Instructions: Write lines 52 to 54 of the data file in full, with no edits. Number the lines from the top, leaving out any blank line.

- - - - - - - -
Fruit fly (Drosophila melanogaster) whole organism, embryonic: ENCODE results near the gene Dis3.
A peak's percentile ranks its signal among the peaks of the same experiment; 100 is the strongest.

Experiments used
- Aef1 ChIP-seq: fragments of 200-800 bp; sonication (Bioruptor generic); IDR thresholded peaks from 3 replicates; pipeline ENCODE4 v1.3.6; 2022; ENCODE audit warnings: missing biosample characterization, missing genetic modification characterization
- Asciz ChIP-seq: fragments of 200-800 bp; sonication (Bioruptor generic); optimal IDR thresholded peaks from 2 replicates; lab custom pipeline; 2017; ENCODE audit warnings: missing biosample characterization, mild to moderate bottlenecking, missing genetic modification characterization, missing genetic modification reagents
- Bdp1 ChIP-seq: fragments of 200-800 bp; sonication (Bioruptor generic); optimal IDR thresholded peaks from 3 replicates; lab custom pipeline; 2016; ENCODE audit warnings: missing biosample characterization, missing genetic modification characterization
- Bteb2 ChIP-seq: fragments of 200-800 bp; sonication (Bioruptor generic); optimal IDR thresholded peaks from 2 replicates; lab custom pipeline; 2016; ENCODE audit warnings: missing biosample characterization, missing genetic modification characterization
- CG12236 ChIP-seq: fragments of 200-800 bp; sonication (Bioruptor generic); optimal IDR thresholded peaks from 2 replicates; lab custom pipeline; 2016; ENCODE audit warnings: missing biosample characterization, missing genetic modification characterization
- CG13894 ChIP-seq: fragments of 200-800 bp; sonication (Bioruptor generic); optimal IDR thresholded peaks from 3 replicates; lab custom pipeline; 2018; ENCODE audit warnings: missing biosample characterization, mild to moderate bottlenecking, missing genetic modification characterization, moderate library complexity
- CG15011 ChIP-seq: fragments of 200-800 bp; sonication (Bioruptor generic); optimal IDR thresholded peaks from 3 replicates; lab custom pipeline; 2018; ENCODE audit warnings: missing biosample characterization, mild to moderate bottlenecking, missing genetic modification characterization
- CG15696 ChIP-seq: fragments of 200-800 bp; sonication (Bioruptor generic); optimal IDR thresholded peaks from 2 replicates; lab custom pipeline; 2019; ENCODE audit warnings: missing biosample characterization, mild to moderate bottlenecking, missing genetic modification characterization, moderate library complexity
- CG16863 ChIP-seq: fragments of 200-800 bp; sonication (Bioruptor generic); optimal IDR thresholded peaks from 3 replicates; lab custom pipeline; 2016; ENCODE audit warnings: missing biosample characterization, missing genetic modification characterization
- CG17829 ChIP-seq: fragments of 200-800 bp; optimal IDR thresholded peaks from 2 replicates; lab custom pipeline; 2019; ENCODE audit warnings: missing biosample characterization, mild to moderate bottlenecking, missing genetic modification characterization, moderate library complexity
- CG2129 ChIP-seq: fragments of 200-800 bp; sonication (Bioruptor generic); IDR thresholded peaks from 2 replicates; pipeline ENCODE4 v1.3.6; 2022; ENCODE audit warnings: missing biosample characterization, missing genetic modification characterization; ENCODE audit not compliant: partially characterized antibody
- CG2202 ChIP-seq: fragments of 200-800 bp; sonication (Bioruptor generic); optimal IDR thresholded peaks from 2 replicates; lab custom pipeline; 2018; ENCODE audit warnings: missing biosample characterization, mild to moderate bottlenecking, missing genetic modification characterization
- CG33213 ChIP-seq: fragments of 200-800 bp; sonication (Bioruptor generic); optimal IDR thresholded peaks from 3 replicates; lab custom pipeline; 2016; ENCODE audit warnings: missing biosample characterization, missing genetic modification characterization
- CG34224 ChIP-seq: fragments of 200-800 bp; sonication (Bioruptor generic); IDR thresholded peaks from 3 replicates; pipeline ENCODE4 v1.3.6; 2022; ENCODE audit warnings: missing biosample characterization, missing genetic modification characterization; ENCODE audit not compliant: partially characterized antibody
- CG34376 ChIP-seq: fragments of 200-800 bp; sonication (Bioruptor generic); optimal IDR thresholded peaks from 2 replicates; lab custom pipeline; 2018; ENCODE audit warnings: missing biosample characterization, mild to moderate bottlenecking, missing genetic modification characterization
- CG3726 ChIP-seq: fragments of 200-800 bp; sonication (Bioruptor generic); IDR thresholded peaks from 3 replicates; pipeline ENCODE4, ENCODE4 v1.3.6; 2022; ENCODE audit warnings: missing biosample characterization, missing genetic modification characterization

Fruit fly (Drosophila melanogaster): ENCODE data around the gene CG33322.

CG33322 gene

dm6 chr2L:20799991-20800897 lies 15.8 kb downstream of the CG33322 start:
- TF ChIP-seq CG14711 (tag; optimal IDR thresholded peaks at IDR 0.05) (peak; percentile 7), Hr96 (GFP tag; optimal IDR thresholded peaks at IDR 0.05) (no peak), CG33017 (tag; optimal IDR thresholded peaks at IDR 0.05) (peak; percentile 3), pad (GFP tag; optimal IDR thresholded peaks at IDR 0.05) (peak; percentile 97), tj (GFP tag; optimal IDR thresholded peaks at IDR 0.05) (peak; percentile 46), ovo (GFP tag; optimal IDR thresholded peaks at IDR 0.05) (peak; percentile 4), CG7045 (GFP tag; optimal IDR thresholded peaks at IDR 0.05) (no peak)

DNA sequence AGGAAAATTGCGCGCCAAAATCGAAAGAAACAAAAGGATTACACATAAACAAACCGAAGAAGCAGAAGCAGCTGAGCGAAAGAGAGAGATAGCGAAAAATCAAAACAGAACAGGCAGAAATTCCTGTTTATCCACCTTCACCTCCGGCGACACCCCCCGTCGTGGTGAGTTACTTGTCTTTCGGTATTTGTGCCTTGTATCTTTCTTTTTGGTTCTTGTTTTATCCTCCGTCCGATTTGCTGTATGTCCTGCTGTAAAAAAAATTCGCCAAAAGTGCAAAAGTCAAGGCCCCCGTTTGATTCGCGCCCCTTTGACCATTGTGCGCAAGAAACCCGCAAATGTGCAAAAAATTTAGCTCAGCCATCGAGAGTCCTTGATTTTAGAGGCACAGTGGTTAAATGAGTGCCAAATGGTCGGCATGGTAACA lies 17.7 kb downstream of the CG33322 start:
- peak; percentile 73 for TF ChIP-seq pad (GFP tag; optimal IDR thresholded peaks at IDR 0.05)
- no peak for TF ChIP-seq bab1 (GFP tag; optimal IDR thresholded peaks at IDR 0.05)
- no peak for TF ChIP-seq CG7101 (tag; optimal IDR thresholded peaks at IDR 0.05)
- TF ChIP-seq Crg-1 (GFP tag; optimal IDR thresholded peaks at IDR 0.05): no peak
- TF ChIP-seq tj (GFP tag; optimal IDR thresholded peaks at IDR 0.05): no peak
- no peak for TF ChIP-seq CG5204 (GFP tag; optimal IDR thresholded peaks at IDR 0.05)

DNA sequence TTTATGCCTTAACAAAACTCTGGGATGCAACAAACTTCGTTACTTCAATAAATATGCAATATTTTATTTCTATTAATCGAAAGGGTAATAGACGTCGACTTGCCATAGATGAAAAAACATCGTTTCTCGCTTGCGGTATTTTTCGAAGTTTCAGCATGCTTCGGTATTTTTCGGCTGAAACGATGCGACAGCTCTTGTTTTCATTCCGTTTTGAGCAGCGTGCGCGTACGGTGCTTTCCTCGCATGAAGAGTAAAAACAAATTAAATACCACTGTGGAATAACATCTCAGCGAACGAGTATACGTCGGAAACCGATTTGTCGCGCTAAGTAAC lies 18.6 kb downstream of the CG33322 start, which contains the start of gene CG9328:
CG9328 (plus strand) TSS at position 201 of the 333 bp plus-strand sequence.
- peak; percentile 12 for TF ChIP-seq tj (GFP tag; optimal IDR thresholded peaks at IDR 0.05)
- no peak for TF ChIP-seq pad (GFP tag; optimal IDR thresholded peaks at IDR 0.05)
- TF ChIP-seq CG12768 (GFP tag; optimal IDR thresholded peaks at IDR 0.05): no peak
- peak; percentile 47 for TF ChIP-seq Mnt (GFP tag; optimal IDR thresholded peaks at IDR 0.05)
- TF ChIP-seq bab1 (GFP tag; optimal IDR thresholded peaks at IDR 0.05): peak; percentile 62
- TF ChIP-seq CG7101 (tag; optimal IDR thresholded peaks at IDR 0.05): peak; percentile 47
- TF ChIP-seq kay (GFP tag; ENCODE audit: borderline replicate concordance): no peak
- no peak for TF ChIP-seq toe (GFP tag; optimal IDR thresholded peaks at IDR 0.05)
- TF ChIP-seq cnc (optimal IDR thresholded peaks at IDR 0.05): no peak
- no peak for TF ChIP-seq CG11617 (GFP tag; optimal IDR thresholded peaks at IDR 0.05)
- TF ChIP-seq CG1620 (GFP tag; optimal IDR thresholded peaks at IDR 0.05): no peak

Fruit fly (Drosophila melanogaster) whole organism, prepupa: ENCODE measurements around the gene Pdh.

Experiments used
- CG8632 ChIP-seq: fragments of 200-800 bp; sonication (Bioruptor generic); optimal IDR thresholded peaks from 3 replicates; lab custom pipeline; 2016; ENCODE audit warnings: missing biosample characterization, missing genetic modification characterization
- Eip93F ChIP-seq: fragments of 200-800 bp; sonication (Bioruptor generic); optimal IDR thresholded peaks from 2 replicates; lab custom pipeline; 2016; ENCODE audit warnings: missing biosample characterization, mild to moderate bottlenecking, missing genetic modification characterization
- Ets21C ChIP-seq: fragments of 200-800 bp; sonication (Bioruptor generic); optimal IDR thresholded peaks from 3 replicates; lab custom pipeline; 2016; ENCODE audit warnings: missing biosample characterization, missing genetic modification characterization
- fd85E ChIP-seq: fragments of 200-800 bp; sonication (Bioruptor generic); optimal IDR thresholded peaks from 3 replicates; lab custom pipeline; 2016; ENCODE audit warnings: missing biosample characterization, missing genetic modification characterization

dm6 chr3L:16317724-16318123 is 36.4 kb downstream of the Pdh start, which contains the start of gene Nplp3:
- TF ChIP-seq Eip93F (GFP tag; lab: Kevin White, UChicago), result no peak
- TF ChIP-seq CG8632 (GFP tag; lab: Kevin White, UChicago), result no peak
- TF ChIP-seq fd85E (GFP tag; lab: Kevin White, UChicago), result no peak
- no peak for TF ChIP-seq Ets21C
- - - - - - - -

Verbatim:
- TF ChIP-seq CG8632 (GFP tag; lab: Kevin White, UChicago), result no peak
- TF ChIP-seq fd85E (GFP tag; lab: Kevin White, UChicago), result no peak
- no peak for TF ChIP-seq Ets21C